Psychology Building Room 421
Fax: (509) 963-2307
See Web site for how this major could be used for educational and career purposes.
Faculty and Staff
Terry L. DeVietti, Ph.D., physiological psychology, experimental
Roger S. Fouts, Ph.D.,general experimental, language acquisition, primate behavior, comparative psychology
Eugene R. Johnson, Ed.D., school psychology, psychological and educational evaluation, exceptional children
Susan D. Lonborg, Ph.D., counseling psychology, psychotherapy research, psychology of women, substance abuse, sports psychology
Wayne S. Quirk, Ph.D., sensation and perception, neuroscience
Stephen B. Schepman, Ph.D., organization development, work motivation, personality theories
Anthony J. Stahelski, Ph.D., organization development, social psychology, small group interaction
Stephanie Stein, Ph.D., school psychology, behavior disorders in children, lifespan development, psychopathology
Elizabeth M. Street, Ed.D., educational psychology, learning theory, exceptional children, behavioral analysis
Warren R. Street, Ph.D., social psychology, history of psychology, general experimental.
Philip Tolin, Ph.D., sensation and perception, human factors, experimental
Lisa L. Weyandt, Ph.D., school psychology, developmental neuropsychology, attention deficit-hyperactivity disorder
Robert Brammer, Ph.D., multicultural counseling, counseling supervision, adolescence
W. Owen Dugmore, Ph.D., counseling, psychology of adjustment
Marte Fallshore, Ph.D., human learning and memory, development of expertise, statistics, cognition, environmental decision-making, crime severity
Megan D. Matheson, Ph.D., general experimental, primate behavior, comparative psychology
Jeffrey M. Penick, Ph.D., counseling psychology, health psychology, adult development
Terrence J. Schwartz, Ph.D., educational psychology, counseling psychology, statistical analysis
Wendy A. Williams, Ph.D., general experimental, operant conditioning and animal behavior
Jennifer Cates, Ph.D., multicultural counseling, family systems, drug and alcohol counseling
Andrew M. Downs, Ph.D., counseling psychology, disorders of childhood
Kara I. Gabriel
Michelle S. Montgomery, Ph.D., school psychology, educational psychology, psychoeducational evaluation
Scott Schaefle, Ph.D., school counseling, child and adolescent counseling
Non-tenure Annual Contract
Edward J. Kingston
Timothy Francis Maher
Holley R. Matthews
Mark E. Soelling
Estelle Mathews, secretary lead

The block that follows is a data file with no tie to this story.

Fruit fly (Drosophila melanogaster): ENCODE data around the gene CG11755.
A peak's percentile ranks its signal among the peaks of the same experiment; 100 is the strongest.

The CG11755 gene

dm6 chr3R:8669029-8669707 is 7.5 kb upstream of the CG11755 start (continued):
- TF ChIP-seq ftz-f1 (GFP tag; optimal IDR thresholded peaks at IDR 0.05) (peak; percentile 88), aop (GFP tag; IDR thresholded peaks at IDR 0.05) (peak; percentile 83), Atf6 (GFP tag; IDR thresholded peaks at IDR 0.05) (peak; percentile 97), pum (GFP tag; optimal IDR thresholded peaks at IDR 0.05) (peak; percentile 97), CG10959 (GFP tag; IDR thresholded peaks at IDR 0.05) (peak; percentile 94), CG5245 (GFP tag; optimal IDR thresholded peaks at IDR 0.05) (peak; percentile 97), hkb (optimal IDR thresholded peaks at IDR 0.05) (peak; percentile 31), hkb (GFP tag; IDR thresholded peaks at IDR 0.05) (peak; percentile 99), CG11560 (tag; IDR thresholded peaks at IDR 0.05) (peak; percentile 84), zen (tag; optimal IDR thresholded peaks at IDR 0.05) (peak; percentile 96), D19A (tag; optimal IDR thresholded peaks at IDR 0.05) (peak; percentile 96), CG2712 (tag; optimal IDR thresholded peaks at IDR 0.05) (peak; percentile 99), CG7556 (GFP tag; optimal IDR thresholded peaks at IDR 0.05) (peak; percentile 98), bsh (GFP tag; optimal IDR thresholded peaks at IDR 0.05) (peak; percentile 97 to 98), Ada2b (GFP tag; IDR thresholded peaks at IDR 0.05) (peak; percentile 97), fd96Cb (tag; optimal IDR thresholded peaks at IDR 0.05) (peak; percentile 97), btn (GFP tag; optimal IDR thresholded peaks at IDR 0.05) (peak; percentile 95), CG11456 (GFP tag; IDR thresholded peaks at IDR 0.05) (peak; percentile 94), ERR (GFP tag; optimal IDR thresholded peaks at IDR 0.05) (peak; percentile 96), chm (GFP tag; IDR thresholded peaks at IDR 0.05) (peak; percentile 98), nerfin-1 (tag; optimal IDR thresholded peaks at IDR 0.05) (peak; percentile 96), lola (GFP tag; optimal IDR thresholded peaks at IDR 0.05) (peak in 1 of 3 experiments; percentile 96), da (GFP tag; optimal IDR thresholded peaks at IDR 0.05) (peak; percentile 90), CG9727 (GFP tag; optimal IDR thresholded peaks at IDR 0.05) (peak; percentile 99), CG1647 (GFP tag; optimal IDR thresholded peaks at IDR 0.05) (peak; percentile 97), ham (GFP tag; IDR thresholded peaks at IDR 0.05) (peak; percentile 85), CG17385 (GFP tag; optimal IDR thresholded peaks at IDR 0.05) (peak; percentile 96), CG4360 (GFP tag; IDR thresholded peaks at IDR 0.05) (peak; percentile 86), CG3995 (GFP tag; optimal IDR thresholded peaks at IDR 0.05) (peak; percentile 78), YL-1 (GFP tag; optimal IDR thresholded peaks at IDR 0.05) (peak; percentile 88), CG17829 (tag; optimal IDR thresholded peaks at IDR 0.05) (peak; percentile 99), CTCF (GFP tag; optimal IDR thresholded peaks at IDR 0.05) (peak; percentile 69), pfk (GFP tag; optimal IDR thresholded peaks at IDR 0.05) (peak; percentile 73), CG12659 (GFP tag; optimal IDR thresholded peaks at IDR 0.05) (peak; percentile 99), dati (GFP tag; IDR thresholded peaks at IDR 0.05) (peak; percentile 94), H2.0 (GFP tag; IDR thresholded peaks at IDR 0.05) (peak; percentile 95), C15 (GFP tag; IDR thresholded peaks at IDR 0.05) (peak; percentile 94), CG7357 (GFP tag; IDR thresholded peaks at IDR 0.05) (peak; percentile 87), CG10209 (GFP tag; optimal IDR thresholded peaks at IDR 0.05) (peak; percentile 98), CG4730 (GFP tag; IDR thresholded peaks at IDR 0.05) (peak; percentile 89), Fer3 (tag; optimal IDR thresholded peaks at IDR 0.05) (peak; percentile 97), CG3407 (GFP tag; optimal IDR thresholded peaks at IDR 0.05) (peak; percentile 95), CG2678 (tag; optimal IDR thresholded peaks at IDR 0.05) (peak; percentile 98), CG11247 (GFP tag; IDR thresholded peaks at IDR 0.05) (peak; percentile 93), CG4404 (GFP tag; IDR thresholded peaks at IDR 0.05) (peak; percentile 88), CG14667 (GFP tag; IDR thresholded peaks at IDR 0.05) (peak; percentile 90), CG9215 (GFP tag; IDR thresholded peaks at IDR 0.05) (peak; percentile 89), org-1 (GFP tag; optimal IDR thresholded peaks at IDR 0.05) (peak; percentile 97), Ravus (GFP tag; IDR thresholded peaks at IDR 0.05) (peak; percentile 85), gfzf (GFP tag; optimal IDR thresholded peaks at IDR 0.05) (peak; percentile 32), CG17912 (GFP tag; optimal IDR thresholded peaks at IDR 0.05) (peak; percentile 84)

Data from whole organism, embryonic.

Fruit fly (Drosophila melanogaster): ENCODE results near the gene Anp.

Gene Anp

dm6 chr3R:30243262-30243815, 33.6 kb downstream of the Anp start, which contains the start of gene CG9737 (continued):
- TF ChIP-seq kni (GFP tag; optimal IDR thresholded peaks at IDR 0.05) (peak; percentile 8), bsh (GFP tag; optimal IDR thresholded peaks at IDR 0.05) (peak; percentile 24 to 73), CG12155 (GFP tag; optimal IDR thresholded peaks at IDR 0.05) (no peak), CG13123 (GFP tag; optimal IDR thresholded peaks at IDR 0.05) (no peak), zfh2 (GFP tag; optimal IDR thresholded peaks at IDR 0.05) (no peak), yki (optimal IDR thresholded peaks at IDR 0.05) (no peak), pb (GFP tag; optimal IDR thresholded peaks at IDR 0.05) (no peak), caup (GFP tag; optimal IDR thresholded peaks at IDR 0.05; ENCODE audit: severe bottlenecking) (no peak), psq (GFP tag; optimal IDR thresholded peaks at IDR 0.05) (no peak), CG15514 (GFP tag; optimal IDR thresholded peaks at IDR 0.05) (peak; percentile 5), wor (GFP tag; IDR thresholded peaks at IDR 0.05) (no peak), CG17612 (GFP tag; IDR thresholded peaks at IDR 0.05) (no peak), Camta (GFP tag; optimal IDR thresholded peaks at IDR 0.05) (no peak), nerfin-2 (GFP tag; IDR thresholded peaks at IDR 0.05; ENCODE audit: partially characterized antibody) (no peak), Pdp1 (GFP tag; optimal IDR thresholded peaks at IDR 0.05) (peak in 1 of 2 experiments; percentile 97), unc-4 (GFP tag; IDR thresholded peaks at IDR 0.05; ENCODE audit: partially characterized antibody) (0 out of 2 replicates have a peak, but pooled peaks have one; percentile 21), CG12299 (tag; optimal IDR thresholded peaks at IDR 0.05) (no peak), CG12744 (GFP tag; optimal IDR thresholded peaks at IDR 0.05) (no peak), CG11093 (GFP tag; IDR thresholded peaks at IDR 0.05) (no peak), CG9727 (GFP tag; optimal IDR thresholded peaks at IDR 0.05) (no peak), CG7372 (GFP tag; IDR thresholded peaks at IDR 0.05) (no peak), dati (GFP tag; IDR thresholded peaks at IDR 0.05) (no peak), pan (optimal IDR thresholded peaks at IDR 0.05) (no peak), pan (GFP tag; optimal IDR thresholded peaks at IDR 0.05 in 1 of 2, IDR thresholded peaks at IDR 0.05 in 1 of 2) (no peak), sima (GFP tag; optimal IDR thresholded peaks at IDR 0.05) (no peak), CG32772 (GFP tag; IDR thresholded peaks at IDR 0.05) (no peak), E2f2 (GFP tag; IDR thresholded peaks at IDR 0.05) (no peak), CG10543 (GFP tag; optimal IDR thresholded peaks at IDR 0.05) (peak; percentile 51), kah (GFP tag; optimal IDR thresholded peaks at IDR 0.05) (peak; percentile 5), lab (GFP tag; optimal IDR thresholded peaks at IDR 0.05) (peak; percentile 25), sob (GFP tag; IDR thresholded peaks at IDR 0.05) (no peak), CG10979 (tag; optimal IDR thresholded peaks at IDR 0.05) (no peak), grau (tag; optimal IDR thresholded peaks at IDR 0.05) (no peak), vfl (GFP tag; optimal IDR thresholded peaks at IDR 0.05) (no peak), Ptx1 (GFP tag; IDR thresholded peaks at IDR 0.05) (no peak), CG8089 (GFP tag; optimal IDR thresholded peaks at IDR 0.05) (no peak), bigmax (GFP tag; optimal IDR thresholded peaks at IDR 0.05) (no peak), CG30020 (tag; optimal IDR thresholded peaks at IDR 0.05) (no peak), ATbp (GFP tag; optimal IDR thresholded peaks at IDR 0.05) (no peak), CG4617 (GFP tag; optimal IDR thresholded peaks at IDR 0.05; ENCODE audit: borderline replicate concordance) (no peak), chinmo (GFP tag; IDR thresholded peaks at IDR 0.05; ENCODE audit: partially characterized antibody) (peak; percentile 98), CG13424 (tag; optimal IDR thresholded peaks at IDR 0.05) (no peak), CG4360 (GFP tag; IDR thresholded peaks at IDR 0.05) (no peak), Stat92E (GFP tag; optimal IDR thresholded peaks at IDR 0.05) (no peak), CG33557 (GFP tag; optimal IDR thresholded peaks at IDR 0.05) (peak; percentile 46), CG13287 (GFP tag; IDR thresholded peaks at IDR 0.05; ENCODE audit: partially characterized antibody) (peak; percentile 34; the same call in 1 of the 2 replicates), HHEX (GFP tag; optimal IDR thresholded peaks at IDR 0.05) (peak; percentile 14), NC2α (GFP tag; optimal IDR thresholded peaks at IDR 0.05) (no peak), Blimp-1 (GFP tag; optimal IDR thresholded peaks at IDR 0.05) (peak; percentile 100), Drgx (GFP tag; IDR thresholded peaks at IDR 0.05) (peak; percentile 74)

Loretta Ney, secretary lead
Donna Miglino, secretary
Chris Buchanan, engineering technician III
John Street, engineering technician II
The psychology department offers an important behavioral science component of the University’s liberal arts curriculum. As part of the general education program, courses in psychology broaden the student’s knowledge about the causes of behavior, cognition, and emotion. Through our major and minor programs, students can develop an understanding of the perspectives, content, and methods of the science and practice of psychology and prepare for graduate study.
Students wishing to apply for admission to the psychology major or minor are required to register with and be advised by a member of the department faculty. The department reserves the right to change requirements as circumstances warrant. Application forms may be obtained from the department office. Only students who are fully admitted to the major or minor are eligible to enroll in PSY 301 and PSY 461.
Students are required to have a 2.25 GPA within the major area to receive the degree.
Senior psychology majors are required to complete the department’s end-of-major assessment examination in the quarter before graduating. Students should register for the examination in the department office. The purpose of this requirement is to enable us to assess whether the department has fulfilled its instructional objectives and to provide us with information that will enable us continuously to improve our programs and courses.
The eligibility requirements for admission to the psychology department honors program include the following:
- Admission to the program: The student must be a psychology major, at least a junior but not more than a first quarter senior; and have completed all core courses with a GPA of at least 3.25 in those courses and have an overall cumulative GPA of 3.0. The student must apply in writing to the department chair, with a supporting letter of recom-mendation from a member of the faculty who agrees to supervise the student’s work to completion.
- Requirements and Procedures: The student will register for 4-6 credits in PSY 497, Undergraduate Honors Thesis. In consultation with the supervising faculty member, the student chooses a three-person faculty committee. Plans for the honors project, generally an empirical research study, must be approved by the entire committee. The project will culminate in a written research report and a formal defense of the thesis.